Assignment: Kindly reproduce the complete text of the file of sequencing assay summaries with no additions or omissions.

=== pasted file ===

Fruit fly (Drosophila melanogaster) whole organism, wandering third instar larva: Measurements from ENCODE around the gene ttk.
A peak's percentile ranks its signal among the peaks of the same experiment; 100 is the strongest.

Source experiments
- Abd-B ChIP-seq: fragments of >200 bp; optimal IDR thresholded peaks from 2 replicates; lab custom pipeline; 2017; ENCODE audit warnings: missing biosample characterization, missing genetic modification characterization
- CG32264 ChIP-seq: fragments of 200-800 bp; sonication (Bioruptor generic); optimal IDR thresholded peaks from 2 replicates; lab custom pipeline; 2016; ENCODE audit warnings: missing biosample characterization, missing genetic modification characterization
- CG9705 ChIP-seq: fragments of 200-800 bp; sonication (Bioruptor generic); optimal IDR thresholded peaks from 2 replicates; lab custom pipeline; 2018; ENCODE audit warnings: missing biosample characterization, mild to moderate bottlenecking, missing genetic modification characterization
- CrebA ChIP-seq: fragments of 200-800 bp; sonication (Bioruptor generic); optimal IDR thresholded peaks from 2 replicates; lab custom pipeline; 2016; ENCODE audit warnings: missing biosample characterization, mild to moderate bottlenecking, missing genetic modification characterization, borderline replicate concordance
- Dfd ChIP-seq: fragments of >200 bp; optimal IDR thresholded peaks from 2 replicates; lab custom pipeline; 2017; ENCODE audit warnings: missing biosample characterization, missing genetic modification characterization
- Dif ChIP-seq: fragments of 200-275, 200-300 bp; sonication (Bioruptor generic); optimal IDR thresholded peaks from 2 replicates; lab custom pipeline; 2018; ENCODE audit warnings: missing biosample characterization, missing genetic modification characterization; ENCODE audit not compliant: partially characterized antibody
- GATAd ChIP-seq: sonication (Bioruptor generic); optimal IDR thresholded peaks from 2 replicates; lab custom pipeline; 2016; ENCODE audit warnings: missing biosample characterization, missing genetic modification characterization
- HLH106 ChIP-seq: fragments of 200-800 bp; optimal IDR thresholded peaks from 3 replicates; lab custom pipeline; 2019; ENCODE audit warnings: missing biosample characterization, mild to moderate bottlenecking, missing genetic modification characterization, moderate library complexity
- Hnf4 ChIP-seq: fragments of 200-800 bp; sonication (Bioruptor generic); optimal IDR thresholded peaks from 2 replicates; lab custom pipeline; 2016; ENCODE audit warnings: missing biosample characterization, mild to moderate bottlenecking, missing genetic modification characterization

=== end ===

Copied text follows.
Fruit fly (Drosophila melanogaster) whole organism, wandering third instar larva: Measurements from ENCODE around the gene ttk.
A peak's percentile ranks its signal among the peaks of the same experiment; 100 is the strongest.

Source experiments
- Abd-B ChIP-seq: fragments of >200 bp; optimal IDR thresholded peaks from 2 replicates; lab custom pipeline; 2017; ENCODE audit warnings: missing biosample characterization, missing genetic modification characterization
- CG32264 ChIP-seq: fragments of 200-800 bp; sonication (Bioruptor generic); optimal IDR thresholded peaks from 2 replicates; lab custom pipeline; 2016; ENCODE audit warnings: missing biosample characterization, missing genetic modification characterization
- CG9705 ChIP-seq: fragments of 200-800 bp; sonication (Bioruptor generic); optimal IDR thresholded peaks from 2 replicates; lab custom pipeline; 2018; ENCODE audit warnings: missing biosample characterization, mild to moderate bottlenecking, missing genetic modification characterization
- CrebA ChIP-seq: fragments of 200-800 bp; sonication (Bioruptor generic); optimal IDR thresholded peaks from 2 replicates; lab custom pipeline; 2016; ENCODE audit warnings: missing biosample characterization, mild to moderate bottlenecking, missing genetic modification characterization, borderline replicate concordance
- Dfd ChIP-seq: fragments of >200 bp; optimal IDR thresholded peaks from 2 replicates; lab custom pipeline; 2017; ENCODE audit warnings: missing biosample characterization, missing genetic modification characterization
- Dif ChIP-seq: fragments of 200-275, 200-300 bp; sonication (Bioruptor generic); optimal IDR thresholded peaks from 2 replicates; lab custom pipeline; 2018; ENCODE audit warnings: missing biosample characterization, missing genetic modification characterization; ENCODE audit not compliant: partially characterized antibody
- GATAd ChIP-seq: sonication (Bioruptor generic); optimal IDR thresholded peaks from 2 replicates; lab custom pipeline; 2016; ENCODE audit warnings: missing biosample characterization, missing genetic modification characterization
- HLH106 ChIP-seq: fragments of 200-800 bp; optimal IDR thresholded peaks from 3 replicates; lab custom pipeline; 2019; ENCODE audit warnings: missing biosample characterization, mild to moderate bottlenecking, missing genetic modification characterization, moderate library complexity
- Hnf4 ChIP-seq: fragments of 200-800 bp; sonication (Bioruptor generic); optimal IDR thresholded peaks from 2 replicates; lab custom pipeline; 2016; ENCODE audit warnings: missing biosample characterization, mild to moderate bottlenecking, missing genetic modification characterization